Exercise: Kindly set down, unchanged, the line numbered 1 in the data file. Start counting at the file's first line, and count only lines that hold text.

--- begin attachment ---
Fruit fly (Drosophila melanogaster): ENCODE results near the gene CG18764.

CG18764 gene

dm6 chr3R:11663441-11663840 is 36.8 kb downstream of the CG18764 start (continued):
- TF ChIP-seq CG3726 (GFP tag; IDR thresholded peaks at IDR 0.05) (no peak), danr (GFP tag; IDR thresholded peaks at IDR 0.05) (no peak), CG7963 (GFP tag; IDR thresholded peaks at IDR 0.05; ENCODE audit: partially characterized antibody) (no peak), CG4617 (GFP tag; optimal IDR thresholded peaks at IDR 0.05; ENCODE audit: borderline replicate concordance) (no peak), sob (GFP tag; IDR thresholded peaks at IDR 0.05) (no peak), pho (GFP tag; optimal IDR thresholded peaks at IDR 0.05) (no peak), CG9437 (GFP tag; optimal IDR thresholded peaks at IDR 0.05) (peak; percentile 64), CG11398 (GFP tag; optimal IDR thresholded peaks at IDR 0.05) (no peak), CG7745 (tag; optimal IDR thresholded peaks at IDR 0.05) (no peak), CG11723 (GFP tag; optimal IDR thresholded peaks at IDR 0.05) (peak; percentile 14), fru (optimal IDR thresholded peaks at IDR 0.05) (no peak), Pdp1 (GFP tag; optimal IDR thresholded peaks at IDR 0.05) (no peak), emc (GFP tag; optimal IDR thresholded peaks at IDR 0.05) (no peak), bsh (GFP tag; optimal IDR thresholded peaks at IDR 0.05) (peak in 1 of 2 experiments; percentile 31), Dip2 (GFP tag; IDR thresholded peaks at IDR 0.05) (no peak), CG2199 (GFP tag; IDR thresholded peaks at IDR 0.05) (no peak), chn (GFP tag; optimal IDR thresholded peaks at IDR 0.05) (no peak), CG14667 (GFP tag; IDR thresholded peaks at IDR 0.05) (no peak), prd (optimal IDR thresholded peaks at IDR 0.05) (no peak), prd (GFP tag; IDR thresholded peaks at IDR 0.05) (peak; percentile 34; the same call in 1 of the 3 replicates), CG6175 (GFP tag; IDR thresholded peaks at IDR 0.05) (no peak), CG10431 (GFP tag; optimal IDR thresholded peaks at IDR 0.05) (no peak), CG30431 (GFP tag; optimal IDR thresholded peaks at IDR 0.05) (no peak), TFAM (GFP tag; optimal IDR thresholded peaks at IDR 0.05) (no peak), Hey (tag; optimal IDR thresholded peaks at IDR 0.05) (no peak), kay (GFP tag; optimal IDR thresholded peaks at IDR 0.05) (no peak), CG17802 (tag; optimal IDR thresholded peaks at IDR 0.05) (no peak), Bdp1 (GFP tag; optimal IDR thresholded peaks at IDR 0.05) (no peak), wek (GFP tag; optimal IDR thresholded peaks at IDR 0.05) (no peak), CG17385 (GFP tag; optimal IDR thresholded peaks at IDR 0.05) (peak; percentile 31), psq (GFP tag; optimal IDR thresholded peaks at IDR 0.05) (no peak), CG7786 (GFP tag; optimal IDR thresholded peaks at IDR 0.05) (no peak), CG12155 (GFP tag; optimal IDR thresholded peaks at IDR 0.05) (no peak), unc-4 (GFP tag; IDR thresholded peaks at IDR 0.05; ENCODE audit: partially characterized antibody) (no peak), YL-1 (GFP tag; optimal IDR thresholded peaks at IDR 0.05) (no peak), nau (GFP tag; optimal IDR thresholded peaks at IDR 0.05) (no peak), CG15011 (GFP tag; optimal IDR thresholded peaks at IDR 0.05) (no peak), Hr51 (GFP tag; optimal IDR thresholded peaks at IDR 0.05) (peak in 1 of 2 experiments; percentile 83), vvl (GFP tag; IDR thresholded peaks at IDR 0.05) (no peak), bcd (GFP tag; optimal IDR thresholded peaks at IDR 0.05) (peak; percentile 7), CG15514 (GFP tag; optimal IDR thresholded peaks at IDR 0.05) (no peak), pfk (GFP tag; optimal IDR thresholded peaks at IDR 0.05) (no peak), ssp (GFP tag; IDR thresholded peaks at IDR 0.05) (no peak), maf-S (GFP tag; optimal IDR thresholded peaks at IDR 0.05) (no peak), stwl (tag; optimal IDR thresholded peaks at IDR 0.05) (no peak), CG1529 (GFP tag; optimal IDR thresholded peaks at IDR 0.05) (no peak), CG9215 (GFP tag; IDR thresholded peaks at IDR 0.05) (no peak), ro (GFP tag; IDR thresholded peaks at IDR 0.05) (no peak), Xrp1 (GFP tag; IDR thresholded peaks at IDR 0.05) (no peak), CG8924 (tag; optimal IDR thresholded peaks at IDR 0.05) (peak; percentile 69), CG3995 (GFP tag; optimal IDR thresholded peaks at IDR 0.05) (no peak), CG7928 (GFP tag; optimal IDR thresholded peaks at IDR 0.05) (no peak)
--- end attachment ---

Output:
Fruit fly (Drosophila melanogaster): ENCODE results near the gene CG18764.